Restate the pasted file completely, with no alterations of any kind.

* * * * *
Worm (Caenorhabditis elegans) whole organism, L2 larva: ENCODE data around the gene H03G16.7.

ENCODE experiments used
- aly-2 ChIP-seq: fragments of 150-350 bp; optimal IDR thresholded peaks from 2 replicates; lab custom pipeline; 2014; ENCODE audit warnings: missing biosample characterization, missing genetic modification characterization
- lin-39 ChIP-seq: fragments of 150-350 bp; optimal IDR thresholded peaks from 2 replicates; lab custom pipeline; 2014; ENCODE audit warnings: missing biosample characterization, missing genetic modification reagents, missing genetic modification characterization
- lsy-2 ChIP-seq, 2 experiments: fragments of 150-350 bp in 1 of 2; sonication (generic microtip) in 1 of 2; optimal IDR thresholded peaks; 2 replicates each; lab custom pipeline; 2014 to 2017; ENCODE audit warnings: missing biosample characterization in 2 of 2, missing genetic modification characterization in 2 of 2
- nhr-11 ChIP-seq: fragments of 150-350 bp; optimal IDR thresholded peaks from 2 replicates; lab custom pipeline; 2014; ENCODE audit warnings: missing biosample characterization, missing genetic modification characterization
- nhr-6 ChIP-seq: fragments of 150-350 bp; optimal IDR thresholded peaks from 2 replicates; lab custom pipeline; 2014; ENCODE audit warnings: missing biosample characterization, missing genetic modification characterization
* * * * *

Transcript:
Worm (Caenorhabditis elegans) whole organism, L2 larva: ENCODE data around the gene H03G16.7.

ENCODE experiments used
- aly-2 ChIP-seq: fragments of 150-350 bp; optimal IDR thresholded peaks from 2 replicates; lab custom pipeline; 2014; ENCODE audit warnings: missing biosample characterization, missing genetic modification characterization
- lin-39 ChIP-seq: fragments of 150-350 bp; optimal IDR thresholded peaks from 2 replicates; lab custom pipeline; 2014; ENCODE audit warnings: missing biosample characterization, missing genetic modification reagents, missing genetic modification characterization
- lsy-2 ChIP-seq, 2 experiments: fragments of 150-350 bp in 1 of 2; sonication (generic microtip) in 1 of 2; optimal IDR thresholded peaks; 2 replicates each; lab custom pipeline; 2014 to 2017; ENCODE audit warnings: missing biosample characterization in 2 of 2, missing genetic modification characterization in 2 of 2
- nhr-11 ChIP-seq: fragments of 150-350 bp; optimal IDR thresholded peaks from 2 replicates; lab custom pipeline; 2014; ENCODE audit warnings: missing biosample characterization, missing genetic modification characterization
- nhr-6 ChIP-seq: fragments of 150-350 bp; optimal IDR thresholded peaks from 2 replicates; lab custom pipeline; 2014; ENCODE audit warnings: missing biosample characterization, missing genetic modification characterization